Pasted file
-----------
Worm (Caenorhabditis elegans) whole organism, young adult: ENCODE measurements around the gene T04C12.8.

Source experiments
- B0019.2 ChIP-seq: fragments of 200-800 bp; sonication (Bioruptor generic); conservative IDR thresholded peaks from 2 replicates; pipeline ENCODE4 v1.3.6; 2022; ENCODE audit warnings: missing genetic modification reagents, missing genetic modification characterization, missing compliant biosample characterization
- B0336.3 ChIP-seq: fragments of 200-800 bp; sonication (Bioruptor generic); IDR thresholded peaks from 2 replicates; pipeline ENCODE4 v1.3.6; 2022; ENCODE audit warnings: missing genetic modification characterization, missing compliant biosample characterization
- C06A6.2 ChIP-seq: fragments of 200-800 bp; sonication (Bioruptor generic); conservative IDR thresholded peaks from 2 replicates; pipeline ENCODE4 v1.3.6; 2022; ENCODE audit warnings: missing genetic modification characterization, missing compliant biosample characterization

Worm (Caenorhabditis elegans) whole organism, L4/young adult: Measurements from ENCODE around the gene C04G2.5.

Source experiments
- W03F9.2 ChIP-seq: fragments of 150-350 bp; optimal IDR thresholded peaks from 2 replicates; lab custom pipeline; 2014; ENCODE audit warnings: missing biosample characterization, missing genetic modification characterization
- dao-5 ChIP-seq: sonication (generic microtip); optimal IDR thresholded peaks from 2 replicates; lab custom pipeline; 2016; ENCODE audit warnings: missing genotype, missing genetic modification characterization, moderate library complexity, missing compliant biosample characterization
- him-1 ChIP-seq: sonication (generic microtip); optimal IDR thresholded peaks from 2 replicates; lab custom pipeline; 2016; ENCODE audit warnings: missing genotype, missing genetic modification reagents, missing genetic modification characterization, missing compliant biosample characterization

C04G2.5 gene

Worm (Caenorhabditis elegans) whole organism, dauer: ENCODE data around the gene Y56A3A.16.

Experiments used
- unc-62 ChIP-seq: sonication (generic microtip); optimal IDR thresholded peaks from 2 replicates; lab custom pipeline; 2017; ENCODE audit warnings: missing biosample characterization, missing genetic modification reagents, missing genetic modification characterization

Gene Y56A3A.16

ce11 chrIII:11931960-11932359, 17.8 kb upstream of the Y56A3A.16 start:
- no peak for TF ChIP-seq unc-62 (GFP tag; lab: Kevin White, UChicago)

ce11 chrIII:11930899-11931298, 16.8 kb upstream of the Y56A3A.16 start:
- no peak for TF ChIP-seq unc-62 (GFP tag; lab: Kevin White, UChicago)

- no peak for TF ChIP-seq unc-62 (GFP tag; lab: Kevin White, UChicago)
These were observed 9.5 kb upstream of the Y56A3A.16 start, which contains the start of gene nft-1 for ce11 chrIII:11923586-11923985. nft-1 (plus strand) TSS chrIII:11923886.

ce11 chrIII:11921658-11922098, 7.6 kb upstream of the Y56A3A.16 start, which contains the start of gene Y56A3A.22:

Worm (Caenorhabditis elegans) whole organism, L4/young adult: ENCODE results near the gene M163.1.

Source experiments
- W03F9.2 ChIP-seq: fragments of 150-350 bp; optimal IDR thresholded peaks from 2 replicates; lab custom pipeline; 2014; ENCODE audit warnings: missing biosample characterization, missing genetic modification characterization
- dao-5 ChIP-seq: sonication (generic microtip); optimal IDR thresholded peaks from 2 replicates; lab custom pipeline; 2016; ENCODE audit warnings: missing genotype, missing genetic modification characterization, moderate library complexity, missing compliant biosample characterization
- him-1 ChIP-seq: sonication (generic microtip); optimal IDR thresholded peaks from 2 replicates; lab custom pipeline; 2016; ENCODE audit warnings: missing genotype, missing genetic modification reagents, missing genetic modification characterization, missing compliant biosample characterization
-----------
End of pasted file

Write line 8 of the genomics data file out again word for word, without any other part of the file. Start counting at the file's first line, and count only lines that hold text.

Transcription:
- W03F9.2 ChIP-seq: fragments of 150-350 bp; optimal IDR thresholded peaks from 2 replicates; lab custom pipeline; 2014; ENCODE audit warnings: missing biosample characterization, missing genetic modification characterization